Leaving religion altogether is, of course, another option. This, too, is something I have tried on for size. After all, it is difficult to imagine just how heroic one's devotion would have to be to never experience pangs of doubt or certain nagging questions: "Surely, they can't expect me to believe this. The bread actually becomes his body? Over and over again each week? And how about Moses? All he needs to do is slam his staff, and the water does his bidding?"

Despite the beauty I discovered in other traditions and the uncertainties I found in my own, I hesitated whenever I considered leaving Catholicism. In a strange way, I was very sympathetic to people who desired some kind of religious conviction but, after much internal wrestling and examination, felt the unanswerable questions called for too large a leap of faith to get there. No matter how much I wanted to know what it was like to adopt a worldview entirely on my own terms, indecision and uneasiness coalesced into a dithering that left me unable to make my own jump from the Catholic ship. For some reason, it felt like home.

I have thought a lot about a possible source of my longing to be a convert. Some of it could be endemic of my generation. We seem to have such a profound fear of boredom that we undertake a near-constant searching for something -- anything -- that is new or exciting.

Part of it is also a genuine yearning to explore the mysteries and inconclusive questions that inevitably arise in any religion. When one faith does not provide quick or easy answers, it is natural to feel inclined to explore elsewhere.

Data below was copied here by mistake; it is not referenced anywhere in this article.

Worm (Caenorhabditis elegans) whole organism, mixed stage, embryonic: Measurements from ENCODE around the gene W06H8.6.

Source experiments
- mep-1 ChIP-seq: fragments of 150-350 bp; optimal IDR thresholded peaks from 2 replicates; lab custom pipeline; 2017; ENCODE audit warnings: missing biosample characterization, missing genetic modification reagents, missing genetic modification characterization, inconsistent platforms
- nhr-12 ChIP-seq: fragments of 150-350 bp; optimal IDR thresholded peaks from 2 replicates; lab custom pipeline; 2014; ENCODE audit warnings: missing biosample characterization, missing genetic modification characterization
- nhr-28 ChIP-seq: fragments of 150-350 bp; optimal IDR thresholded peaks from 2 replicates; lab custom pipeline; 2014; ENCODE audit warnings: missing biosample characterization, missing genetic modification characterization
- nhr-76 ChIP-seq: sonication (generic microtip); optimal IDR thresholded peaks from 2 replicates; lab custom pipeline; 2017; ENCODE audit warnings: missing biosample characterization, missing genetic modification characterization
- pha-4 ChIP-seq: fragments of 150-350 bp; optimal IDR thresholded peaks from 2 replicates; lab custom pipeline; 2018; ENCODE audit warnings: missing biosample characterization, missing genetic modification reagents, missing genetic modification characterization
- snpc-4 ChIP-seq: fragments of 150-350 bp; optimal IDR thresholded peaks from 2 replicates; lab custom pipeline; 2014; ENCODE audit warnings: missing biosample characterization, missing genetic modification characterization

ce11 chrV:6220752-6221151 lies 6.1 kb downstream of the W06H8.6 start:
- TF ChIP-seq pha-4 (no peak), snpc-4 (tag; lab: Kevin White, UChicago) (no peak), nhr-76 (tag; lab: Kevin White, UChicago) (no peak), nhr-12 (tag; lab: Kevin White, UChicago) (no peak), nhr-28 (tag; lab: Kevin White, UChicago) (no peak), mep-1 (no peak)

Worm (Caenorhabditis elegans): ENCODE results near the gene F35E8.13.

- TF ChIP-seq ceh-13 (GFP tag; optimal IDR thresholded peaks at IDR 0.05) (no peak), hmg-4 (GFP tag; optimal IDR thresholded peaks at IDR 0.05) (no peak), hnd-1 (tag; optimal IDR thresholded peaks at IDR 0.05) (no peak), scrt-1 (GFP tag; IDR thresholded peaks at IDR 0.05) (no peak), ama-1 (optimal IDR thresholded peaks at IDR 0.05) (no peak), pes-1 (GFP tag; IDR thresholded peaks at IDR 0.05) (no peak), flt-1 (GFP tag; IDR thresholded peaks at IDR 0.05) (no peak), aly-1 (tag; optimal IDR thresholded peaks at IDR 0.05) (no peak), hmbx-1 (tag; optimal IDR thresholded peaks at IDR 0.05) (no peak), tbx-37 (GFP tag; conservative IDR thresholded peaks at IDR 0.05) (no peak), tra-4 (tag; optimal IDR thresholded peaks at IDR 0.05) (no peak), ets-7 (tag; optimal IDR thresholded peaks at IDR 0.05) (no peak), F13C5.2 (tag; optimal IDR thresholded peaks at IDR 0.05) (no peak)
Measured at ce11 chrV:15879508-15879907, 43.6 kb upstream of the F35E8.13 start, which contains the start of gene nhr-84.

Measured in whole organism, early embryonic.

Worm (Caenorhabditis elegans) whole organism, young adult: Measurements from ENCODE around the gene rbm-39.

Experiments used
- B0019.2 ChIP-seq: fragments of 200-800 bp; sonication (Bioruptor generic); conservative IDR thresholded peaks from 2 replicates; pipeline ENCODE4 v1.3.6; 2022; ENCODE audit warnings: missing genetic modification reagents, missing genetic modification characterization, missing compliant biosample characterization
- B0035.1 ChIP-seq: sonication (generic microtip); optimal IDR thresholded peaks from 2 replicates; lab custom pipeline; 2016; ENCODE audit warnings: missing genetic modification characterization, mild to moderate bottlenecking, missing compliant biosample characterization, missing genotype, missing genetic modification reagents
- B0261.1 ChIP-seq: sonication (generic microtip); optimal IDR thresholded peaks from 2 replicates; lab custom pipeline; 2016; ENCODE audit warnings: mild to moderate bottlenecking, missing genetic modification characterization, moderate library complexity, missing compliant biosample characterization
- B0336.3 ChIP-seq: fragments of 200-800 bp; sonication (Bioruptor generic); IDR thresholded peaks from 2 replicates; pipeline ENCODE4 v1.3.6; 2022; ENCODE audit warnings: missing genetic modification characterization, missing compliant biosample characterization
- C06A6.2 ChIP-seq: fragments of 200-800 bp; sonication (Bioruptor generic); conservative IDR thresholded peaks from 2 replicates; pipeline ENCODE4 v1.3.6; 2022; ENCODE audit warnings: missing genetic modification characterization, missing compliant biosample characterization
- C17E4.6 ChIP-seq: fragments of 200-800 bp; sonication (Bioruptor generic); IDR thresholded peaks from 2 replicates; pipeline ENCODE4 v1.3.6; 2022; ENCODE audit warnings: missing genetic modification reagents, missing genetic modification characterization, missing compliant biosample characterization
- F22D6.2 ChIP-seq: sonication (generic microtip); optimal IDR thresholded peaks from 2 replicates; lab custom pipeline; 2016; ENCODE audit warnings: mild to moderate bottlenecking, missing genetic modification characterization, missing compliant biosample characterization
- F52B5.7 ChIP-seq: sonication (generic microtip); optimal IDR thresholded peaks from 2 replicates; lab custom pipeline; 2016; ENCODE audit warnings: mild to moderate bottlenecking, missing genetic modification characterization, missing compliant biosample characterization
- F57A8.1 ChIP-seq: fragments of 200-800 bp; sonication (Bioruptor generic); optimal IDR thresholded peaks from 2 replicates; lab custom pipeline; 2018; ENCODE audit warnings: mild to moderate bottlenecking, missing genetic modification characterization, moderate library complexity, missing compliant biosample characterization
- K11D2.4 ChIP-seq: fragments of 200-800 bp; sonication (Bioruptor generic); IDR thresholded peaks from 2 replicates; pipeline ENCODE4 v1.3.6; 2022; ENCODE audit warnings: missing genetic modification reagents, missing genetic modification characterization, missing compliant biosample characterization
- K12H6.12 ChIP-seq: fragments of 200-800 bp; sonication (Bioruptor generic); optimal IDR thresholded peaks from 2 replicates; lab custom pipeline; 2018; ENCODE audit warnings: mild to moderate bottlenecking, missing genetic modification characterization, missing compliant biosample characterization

I imagine much of it also comes from an overemphasis on the grandiose moments of religious life. Whether it is Moses coming into contact with the burning bush or Saul hearing Jesus speak on the road to Damascus, the Bible often presents conversion as a momentous and decisive occasion. It is tempting to worry something is wrong if our faith is characterized more by small, immeasurable moves than big signposts announcing something new has come to town.

I have come to see, however, that expecting this sort of climax is pretty unrealistic. Even if it does come, it is certainly unsustainable. Moses did not get a burning bush each time he stepped outside, and Saul was not repeatedly struck by a blinding light.

Whether one reads these stories literally or not, what is admirable about their characters is not that they had such intense encounters with a spiritual power, but rather that their response was to change their lives, not only in a moment but each and every day.

I am sure my grandfather and great-grandfather's situations bore some similarities. Deciding to convert was not a fix-all means to altering their lifestyles, but a decision they needed to make time and time again.

This is true for all of us. Every day calls for a conversion of sorts. For some of us, this may mean changing our church. For others, it might involve discovering a better way to practice a lifelong worldview. The opportunity to let our beliefs take form and transform our lives, however, is available to converts of all kinds.

[Brian Harper is a writer, musician and community outreach coordinator for a small business. His work is available at www.brianharper.net.]